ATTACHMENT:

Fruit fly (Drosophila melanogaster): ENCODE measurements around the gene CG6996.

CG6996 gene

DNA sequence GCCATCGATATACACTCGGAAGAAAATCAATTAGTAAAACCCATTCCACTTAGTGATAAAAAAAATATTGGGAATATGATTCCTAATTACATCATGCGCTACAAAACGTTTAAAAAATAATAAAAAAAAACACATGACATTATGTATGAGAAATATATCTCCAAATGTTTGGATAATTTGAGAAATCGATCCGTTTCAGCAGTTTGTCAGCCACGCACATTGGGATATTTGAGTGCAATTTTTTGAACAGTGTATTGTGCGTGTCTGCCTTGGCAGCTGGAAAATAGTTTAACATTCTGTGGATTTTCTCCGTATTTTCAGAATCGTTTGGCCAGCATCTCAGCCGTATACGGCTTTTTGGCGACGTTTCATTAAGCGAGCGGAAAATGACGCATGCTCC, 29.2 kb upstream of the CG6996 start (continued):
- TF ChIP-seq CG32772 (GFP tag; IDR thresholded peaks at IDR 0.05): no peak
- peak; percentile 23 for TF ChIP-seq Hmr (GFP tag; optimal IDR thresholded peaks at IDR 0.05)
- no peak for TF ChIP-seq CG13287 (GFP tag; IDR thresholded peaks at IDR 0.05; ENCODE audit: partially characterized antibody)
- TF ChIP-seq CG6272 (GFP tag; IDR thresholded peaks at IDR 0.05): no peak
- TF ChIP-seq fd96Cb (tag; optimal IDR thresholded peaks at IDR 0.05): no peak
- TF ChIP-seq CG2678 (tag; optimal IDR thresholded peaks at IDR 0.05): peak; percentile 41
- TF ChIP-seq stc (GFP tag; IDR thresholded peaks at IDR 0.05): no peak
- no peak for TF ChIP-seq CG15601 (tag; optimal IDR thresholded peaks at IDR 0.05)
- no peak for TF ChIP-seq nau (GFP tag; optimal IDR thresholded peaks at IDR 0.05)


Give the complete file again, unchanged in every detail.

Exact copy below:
Fruit fly (Drosophila melanogaster): ENCODE measurements around the gene CG6996.

CG6996 gene

DNA sequence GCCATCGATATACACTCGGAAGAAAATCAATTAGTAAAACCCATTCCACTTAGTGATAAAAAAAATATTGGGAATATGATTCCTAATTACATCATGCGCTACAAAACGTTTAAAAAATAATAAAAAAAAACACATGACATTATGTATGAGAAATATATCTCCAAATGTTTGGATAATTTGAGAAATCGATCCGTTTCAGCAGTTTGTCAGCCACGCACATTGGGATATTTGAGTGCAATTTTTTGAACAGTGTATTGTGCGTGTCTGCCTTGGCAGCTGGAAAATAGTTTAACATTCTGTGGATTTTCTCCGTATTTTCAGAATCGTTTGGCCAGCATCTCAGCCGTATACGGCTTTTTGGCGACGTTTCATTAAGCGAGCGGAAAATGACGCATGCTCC, 29.2 kb upstream of the CG6996 start (continued):
- TF ChIP-seq CG32772 (GFP tag; IDR thresholded peaks at IDR 0.05): no peak
- peak; percentile 23 for TF ChIP-seq Hmr (GFP tag; optimal IDR thresholded peaks at IDR 0.05)
- no peak for TF ChIP-seq CG13287 (GFP tag; IDR thresholded peaks at IDR 0.05; ENCODE audit: partially characterized antibody)
- TF ChIP-seq CG6272 (GFP tag; IDR thresholded peaks at IDR 0.05): no peak
- TF ChIP-seq fd96Cb (tag; optimal IDR thresholded peaks at IDR 0.05): no peak
- TF ChIP-seq CG2678 (tag; optimal IDR thresholded peaks at IDR 0.05): peak; percentile 41
- TF ChIP-seq stc (GFP tag; IDR thresholded peaks at IDR 0.05): no peak
- no peak for TF ChIP-seq CG15601 (tag; optimal IDR thresholded peaks at IDR 0.05)
- no peak for TF ChIP-seq nau (GFP tag; optimal IDR thresholded peaks at IDR 0.05)